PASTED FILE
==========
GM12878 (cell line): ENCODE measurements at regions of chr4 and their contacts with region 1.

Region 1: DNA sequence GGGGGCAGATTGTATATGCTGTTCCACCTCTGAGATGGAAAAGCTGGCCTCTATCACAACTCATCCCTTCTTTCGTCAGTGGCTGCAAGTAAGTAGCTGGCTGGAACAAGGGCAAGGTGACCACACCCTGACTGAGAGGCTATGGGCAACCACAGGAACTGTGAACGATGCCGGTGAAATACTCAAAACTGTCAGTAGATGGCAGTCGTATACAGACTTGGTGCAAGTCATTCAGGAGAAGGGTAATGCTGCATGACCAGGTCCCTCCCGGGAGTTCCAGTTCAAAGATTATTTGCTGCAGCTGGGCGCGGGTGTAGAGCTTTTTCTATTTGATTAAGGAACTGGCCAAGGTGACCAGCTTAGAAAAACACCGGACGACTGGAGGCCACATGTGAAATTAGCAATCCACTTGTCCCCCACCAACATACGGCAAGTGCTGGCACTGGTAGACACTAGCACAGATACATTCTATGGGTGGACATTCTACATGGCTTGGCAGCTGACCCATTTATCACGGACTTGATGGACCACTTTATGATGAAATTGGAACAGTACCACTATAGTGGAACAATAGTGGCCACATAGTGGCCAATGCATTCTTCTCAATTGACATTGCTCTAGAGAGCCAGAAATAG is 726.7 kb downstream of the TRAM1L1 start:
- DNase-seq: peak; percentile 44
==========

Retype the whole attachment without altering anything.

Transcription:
GM12878 (cell line): ENCODE measurements at regions of chr4 and their contacts with region 1.

Region 1: DNA sequence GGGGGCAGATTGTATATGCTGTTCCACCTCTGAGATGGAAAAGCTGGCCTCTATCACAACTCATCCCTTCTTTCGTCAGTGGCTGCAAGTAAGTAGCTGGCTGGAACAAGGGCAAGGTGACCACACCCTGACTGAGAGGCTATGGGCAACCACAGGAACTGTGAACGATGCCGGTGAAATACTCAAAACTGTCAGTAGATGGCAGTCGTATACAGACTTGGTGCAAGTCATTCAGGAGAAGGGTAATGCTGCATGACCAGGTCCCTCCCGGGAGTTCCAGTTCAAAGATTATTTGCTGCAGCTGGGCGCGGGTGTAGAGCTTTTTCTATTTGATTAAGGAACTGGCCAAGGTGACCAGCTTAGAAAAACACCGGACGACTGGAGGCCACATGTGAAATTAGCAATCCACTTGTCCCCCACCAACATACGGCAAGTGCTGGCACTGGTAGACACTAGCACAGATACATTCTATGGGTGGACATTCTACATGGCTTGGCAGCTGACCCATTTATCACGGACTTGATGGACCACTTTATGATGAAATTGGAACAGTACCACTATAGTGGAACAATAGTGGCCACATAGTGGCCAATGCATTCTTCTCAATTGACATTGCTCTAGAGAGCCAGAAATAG is 726.7 kb downstream of the TRAM1L1 start:
- DNase-seq: peak; percentile 44